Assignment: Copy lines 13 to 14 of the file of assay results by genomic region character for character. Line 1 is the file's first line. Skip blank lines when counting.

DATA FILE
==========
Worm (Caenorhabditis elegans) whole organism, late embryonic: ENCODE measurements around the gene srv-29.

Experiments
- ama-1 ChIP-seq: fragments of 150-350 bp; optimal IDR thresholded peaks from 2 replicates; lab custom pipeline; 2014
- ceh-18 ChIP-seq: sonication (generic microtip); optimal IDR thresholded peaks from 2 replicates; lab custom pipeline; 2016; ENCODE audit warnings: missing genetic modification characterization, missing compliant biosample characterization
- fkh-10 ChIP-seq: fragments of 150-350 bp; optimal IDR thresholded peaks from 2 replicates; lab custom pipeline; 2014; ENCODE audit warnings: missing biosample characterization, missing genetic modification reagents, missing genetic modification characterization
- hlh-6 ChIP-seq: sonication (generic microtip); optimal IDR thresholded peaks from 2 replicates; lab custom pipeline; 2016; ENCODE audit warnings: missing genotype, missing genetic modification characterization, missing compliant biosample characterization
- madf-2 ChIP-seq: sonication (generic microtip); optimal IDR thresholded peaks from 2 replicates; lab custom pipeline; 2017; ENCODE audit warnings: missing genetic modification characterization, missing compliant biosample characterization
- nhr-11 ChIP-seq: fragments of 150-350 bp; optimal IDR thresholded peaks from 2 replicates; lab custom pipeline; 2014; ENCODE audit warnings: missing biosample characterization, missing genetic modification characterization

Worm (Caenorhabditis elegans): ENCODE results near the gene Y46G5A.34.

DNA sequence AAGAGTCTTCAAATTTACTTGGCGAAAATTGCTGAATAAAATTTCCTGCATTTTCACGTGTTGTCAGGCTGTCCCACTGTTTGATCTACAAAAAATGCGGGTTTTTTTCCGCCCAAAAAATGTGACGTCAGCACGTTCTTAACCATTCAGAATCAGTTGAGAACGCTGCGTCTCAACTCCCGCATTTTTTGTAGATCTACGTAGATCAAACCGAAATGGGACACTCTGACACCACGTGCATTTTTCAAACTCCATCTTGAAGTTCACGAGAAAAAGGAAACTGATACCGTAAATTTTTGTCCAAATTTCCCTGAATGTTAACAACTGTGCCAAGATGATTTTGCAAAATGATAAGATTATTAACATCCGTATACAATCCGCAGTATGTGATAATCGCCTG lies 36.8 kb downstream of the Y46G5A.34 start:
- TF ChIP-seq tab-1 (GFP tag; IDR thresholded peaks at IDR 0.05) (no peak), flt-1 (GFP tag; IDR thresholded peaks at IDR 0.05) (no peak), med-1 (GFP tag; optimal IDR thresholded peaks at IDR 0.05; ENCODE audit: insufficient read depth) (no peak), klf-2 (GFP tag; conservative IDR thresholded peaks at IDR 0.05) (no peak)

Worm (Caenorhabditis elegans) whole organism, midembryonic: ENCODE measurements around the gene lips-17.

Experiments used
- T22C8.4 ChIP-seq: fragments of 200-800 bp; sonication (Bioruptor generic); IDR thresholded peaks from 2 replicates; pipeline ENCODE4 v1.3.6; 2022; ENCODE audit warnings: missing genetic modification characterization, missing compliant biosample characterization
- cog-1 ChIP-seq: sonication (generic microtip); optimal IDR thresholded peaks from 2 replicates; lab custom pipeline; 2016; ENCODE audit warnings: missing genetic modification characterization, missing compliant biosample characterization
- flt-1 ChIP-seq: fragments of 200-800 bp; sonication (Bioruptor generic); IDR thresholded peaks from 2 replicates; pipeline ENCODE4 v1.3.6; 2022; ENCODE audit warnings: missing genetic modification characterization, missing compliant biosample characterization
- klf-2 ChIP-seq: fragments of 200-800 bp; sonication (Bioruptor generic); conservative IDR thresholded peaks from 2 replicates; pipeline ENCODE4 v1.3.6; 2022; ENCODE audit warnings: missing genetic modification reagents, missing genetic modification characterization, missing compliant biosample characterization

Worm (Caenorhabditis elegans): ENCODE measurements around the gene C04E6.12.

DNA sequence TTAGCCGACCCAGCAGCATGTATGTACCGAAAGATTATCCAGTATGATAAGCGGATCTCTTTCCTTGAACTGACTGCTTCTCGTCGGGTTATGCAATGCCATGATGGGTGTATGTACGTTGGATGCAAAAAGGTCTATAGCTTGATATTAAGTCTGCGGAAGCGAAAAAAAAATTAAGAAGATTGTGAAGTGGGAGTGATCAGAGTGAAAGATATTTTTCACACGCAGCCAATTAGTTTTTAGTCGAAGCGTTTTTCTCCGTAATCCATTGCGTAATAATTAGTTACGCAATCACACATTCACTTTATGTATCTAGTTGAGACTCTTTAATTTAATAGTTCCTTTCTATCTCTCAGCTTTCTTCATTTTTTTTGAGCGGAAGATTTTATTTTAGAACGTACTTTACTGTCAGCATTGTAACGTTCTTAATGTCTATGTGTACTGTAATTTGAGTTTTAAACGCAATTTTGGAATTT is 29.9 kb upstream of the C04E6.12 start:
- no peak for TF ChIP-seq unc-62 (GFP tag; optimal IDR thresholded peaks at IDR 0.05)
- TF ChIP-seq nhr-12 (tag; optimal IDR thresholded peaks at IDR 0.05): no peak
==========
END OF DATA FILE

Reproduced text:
Experiments used
- T22C8.4 ChIP-seq: fragments of 200-800 bp; sonication (Bioruptor generic); IDR thresholded peaks from 2 replicates; pipeline ENCODE4 v1.3.6; 2022; ENCODE audit warnings: missing genetic modification characterization, missing compliant biosample characterization